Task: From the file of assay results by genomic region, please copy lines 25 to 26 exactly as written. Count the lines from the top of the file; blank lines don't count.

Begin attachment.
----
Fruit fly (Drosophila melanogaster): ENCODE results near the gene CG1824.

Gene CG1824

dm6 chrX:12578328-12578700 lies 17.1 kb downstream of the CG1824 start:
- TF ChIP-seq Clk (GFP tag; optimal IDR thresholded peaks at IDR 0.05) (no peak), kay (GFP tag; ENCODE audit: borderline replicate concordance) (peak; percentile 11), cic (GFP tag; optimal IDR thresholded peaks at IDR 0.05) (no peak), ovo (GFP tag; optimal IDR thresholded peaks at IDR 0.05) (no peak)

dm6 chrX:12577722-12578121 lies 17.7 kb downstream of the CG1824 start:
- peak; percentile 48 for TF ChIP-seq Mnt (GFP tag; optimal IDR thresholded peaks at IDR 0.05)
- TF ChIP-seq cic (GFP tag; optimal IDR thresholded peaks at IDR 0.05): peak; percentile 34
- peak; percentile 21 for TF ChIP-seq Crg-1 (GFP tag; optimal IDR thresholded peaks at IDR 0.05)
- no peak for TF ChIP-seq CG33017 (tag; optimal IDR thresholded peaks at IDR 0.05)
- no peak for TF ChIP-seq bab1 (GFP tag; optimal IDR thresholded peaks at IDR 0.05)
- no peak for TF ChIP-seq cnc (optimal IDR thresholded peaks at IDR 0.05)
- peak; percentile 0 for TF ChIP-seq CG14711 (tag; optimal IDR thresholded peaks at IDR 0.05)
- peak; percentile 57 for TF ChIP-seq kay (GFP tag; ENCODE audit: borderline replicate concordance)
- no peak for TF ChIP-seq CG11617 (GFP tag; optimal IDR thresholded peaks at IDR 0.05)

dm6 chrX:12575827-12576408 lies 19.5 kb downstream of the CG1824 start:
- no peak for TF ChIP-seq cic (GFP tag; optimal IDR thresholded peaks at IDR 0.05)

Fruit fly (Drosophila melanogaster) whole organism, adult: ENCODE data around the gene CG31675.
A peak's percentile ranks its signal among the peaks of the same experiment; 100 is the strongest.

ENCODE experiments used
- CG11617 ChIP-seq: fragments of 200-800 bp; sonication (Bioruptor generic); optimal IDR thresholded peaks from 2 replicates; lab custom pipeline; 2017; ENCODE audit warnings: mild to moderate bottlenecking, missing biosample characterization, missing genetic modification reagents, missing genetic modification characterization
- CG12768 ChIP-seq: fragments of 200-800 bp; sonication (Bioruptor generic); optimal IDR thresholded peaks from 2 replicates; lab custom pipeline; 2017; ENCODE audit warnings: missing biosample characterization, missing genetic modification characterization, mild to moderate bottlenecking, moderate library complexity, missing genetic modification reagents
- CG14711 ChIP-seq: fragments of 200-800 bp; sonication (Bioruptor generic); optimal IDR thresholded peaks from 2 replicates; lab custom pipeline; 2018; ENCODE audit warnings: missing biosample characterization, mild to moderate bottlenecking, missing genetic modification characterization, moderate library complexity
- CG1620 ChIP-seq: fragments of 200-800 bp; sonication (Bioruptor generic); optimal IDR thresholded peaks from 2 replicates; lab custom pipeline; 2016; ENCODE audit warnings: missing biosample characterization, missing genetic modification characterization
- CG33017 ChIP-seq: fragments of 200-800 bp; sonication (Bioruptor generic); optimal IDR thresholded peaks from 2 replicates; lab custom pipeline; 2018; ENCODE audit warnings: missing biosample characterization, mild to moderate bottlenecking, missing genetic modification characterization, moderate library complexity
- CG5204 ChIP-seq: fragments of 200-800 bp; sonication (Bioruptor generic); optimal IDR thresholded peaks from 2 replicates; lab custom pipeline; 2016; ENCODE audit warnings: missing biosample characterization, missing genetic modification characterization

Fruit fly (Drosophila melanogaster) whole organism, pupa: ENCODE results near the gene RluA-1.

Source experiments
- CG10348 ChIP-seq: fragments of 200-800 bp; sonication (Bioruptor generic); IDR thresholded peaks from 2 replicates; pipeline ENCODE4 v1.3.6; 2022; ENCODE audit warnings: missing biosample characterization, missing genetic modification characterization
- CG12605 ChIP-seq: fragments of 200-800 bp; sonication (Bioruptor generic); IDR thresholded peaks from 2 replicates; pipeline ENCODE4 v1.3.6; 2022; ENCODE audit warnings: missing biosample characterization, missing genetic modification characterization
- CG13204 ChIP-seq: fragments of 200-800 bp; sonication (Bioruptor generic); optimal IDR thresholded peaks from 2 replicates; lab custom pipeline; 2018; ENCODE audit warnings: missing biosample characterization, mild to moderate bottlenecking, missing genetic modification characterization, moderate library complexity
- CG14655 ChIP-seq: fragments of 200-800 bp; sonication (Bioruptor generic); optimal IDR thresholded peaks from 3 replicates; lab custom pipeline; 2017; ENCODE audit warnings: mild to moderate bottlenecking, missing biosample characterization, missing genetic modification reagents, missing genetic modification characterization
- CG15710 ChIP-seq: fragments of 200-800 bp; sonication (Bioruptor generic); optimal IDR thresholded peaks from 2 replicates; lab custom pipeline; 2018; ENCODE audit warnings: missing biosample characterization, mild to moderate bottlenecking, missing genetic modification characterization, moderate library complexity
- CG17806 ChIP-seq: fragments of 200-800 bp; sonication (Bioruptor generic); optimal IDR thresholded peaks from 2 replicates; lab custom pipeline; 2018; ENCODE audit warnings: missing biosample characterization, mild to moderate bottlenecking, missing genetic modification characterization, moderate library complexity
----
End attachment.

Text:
- CG5204 ChIP-seq: fragments of 200-800 bp; sonication (Bioruptor generic); optimal IDR thresholded peaks from 2 replicates; lab custom pipeline; 2016; ENCODE audit warnings: missing biosample characterization, missing genetic modification characterization

Fruit fly (Drosophila melanogaster) whole organism, pupa: ENCODE results near the gene RluA-1.